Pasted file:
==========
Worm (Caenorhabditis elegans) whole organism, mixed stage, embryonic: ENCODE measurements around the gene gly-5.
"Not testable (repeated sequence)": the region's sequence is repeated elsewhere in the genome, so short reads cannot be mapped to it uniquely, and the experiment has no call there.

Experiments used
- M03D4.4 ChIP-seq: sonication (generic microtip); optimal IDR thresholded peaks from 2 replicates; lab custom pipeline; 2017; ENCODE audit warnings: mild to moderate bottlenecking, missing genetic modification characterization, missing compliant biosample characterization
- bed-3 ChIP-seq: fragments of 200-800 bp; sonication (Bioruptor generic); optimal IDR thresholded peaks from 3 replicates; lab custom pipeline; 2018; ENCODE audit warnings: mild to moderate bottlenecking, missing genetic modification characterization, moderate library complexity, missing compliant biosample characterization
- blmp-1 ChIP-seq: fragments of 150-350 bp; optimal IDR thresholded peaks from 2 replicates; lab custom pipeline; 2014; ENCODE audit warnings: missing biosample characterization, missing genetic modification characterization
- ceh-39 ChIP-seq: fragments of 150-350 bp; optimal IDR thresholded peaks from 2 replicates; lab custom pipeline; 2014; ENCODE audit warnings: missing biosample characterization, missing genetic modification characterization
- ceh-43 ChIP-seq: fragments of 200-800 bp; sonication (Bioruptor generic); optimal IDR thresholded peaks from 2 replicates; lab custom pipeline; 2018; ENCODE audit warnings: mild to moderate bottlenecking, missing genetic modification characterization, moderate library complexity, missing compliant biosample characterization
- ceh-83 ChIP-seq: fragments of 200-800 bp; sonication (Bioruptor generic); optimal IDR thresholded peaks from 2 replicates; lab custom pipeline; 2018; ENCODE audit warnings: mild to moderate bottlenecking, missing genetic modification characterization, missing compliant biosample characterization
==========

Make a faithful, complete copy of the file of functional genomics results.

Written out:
Worm (Caenorhabditis elegans) whole organism, mixed stage, embryonic: ENCODE measurements around the gene gly-5.
"Not testable (repeated sequence)": the region's sequence is repeated elsewhere in the genome, so short reads cannot be mapped to it uniquely, and the experiment has no call there.

Experiments used
- M03D4.4 ChIP-seq: sonication (generic microtip); optimal IDR thresholded peaks from 2 replicates; lab custom pipeline; 2017; ENCODE audit warnings: mild to moderate bottlenecking, missing genetic modification characterization, missing compliant biosample characterization
- bed-3 ChIP-seq: fragments of 200-800 bp; sonication (Bioruptor generic); optimal IDR thresholded peaks from 3 replicates; lab custom pipeline; 2018; ENCODE audit warnings: mild to moderate bottlenecking, missing genetic modification characterization, moderate library complexity, missing compliant biosample characterization
- blmp-1 ChIP-seq: fragments of 150-350 bp; optimal IDR thresholded peaks from 2 replicates; lab custom pipeline; 2014; ENCODE audit warnings: missing biosample characterization, missing genetic modification characterization
- ceh-39 ChIP-seq: fragments of 150-350 bp; optimal IDR thresholded peaks from 2 replicates; lab custom pipeline; 2014; ENCODE audit warnings: missing biosample characterization, missing genetic modification characterization
- ceh-43 ChIP-seq: fragments of 200-800 bp; sonication (Bioruptor generic); optimal IDR thresholded peaks from 2 replicates; lab custom pipeline; 2018; ENCODE audit warnings: mild to moderate bottlenecking, missing genetic modification characterization, moderate library complexity, missing compliant biosample characterization
- ceh-83 ChIP-seq: fragments of 200-800 bp; sonication (Bioruptor generic); optimal IDR thresholded peaks from 2 replicates; lab custom pipeline; 2018; ENCODE audit warnings: mild to moderate bottlenecking, missing genetic modification characterization, missing compliant biosample characterization